Jaime Winstone reveals that several years ago she had a rather unconventional audition for the lead role of Dame Barbara Windsor in Babs, Tony Jordan’s engaging new biopic for BBC1 about the much-loved actress with the world’s most distinctive laugh.
Winstone recollects that, “I met Barbara when I was 15 years old. I was sitting behind her at an event and I did an impression of her laugh – she turned round and said ‘You should play me’. It’s funny how it works out!”
Sixteen years later, Windsor’s advice has become reality. 31-year-old Winstone has been cast as the actress as a young woman – Samantha Spiro, who previously played Windsor in the 1998 stage play, Cleo, Camping, Emmanuelle and Dick, and in the 2000 television film, Cor Blimey!, takes the role of the actress in her later years.
The script by Jordan, for many years the lead writer on EastEnders, zooms in on Windsor as she is readying herself to perform at an end-of-the-pier theatre on a freezing evening in 1993. It is just before she became a TV fixture as Peggy Mitchell, the indomitable landlady of the Queen Vic, and her career is at a low ebb.
In contemplative mood, the actress looks back on all the events and characters that have had a formative influence on her life. She guides us through the last 50 years, reflecting on her lonely childhood and evacuation during the Second World War, her troubled relationship with her father, her failed marriages, her work with the ground-breaking theatre director Joan Littlewood and finding fame as the “blonde bombshell” of the Carry On films. It is a lively, eye-catching tapestry, woven together with a skein of sadness.
Winstone, whose father is the celebrated actor Ray, says that, perhaps because of her previous connection with Windsor, she felt unusually passionate about securing this role. She went into the audition thinking, “’This is my part’. I go for some parts, like any actor, and have a terrible audition and cringe for a week!
“And there are other parts where you go, ‘Oh… yes. This is my role, this is where I’m supposed to be’, without any arrogance at all, without any shame. I walked into that room to audition feeling nervous, because I knew that I wanted to take this on.” Once she had landed the role, Winstone felt elated. “I was so excited to step into Barbara’s national-treasure shoes.”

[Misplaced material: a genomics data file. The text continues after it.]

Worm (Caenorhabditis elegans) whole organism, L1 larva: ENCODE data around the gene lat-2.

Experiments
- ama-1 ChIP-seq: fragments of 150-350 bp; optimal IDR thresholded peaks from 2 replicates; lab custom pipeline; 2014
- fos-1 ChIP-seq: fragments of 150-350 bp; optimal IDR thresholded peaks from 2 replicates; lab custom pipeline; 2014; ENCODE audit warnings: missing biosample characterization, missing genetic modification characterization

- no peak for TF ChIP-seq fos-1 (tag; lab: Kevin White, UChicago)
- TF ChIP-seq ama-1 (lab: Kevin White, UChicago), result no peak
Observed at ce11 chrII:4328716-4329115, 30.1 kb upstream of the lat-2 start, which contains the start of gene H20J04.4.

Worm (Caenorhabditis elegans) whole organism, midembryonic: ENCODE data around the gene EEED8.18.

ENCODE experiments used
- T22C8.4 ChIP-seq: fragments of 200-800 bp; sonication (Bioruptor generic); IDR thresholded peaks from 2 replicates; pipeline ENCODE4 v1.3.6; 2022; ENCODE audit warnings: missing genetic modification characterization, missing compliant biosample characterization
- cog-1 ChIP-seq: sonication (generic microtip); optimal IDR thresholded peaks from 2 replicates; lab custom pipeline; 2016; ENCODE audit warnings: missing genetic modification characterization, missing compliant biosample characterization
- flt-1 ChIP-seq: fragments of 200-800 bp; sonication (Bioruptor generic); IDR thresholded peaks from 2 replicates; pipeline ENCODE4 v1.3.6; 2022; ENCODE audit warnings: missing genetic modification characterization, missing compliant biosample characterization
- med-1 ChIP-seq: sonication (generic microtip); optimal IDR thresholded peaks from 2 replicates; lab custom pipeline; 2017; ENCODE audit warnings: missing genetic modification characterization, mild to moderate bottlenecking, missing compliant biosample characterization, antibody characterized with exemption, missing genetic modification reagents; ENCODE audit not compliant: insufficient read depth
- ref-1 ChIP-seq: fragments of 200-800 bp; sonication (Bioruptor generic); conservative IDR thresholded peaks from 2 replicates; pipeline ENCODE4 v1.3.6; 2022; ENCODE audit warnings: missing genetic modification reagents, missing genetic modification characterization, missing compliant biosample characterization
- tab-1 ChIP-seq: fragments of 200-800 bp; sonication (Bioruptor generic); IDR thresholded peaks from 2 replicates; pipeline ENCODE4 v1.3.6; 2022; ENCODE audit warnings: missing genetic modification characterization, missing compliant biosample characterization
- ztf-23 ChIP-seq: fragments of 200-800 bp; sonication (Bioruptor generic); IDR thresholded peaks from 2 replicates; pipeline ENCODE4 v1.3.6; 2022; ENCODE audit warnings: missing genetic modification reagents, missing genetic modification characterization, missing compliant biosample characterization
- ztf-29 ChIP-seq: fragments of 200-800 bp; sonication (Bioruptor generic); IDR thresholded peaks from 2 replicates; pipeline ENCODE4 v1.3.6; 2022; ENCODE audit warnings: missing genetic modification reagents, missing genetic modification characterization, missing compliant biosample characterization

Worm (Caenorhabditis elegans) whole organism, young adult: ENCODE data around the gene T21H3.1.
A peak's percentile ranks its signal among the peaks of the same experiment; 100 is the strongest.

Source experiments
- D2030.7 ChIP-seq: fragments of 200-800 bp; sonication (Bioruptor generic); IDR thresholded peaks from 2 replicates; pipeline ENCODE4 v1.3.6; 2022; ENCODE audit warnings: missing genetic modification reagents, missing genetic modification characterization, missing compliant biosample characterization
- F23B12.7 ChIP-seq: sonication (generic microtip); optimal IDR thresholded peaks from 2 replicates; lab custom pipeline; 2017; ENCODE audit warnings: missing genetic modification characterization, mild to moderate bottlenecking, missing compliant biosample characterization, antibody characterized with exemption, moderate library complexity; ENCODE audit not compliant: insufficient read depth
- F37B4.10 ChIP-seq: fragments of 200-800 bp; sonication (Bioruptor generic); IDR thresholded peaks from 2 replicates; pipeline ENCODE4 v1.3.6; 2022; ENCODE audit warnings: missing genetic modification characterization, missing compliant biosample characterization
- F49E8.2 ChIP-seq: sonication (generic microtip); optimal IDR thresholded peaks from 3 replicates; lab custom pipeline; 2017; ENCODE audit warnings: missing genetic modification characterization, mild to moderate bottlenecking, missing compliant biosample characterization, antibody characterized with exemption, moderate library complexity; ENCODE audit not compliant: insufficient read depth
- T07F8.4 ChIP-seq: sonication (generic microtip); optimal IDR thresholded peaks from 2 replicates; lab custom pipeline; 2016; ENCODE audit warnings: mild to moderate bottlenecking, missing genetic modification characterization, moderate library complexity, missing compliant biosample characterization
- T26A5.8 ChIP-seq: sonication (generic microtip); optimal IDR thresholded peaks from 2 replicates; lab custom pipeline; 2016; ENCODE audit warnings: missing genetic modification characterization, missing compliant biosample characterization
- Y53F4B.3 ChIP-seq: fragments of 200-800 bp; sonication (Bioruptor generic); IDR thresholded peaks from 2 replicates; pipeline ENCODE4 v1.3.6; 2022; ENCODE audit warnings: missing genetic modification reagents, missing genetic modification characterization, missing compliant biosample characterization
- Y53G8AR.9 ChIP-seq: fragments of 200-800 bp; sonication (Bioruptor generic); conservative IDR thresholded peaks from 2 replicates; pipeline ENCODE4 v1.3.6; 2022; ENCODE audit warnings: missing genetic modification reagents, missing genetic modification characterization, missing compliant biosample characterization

While preparing for the part in Babs, the actress met her alter ego many times. She laughs that Windsor gave her one crucial piece of advice: “Keep it camp!”
Winstone delivers a memorable performance as Windsor, channelling the widely adored “Cockney Sparrow” with uncanny accuracy. But that is not to say that the actress wasn’t nervous about doing the part justice. “There was a huge amount of pressure – this is Dame Barbara Windsor! She’s a national treasure. But I did my research, I watched every Carry On film I could and I was true to the script.
“As soon as I sat down with Barbara, I got to analyse her, to see how she moved – and I instantly related to this wonderful woman. She is so generous and easy to talk to and connect with. So, for me, the pressure just faded away as I talked to this amazing woman. These roles don’t come along that often. It was an honour.”
Even so, Winstone admits that she still experienced some trepidation when 79-year-old Windsor showed up on set. The actress recollects that, “She came in one time to watch filming – she often did – and I was a bit terrified. I could look over in the middle of a scene and see her looking at me, and the nerves were overwhelming.